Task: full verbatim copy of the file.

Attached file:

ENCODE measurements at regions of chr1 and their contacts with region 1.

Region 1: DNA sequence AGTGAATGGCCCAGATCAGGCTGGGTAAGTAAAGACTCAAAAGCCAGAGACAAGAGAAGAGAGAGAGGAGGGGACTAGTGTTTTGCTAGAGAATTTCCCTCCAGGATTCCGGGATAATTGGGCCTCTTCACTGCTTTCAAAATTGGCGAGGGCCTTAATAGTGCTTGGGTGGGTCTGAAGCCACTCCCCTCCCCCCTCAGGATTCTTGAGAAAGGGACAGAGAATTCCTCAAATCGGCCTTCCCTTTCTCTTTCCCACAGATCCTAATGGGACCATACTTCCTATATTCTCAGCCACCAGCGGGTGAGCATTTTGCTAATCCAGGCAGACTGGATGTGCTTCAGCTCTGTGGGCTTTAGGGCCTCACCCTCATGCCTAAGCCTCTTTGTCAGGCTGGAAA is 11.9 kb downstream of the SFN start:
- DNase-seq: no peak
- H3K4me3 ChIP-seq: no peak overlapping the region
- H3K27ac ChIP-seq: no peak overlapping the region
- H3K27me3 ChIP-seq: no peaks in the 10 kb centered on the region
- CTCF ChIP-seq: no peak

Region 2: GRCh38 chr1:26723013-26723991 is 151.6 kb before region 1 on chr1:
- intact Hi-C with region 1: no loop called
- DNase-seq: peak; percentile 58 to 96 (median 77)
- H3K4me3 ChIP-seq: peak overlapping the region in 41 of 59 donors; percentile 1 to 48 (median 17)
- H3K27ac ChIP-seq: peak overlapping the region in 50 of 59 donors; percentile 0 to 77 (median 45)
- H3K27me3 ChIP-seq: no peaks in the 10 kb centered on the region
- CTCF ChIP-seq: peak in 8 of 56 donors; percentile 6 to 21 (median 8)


ENCODE measurements at regions of chr1 and their contacts with region 1.

Region 1: DNA sequence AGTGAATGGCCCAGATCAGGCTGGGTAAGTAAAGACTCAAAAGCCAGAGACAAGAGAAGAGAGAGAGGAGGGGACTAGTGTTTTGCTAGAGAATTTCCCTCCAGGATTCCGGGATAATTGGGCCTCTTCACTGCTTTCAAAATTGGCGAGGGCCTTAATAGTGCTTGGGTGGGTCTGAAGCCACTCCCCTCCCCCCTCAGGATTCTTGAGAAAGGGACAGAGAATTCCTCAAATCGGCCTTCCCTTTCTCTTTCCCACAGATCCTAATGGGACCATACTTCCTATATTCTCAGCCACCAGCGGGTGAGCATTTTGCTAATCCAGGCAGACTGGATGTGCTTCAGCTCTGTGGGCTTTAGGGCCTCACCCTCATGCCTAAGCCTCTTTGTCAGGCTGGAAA is 11.9 kb downstream of the SFN start:
- DNase-seq: no peak
- H3K4me3 ChIP-seq: no peak overlapping the region
- H3K27ac ChIP-seq: no peak overlapping the region
- H3K27me3 ChIP-seq: no peaks in the 10 kb centered on the region
- CTCF ChIP-seq: no peak

Region 2: GRCh38 chr1:26723013-26723991 is 151.6 kb before region 1 on chr1:
- intact Hi-C with region 1: no loop called
- DNase-seq: peak; percentile 58 to 96 (median 77)
- H3K4me3 ChIP-seq: peak overlapping the region in 41 of 59 donors; percentile 1 to 48 (median 17)
- H3K27ac ChIP-seq: peak overlapping the region in 50 of 59 donors; percentile 0 to 77 (median 45)
- H3K27me3 ChIP-seq: no peaks in the 10 kb centered on the region
- CTCF ChIP-seq: peak in 8 of 56 donors; percentile 6 to 21 (median 8)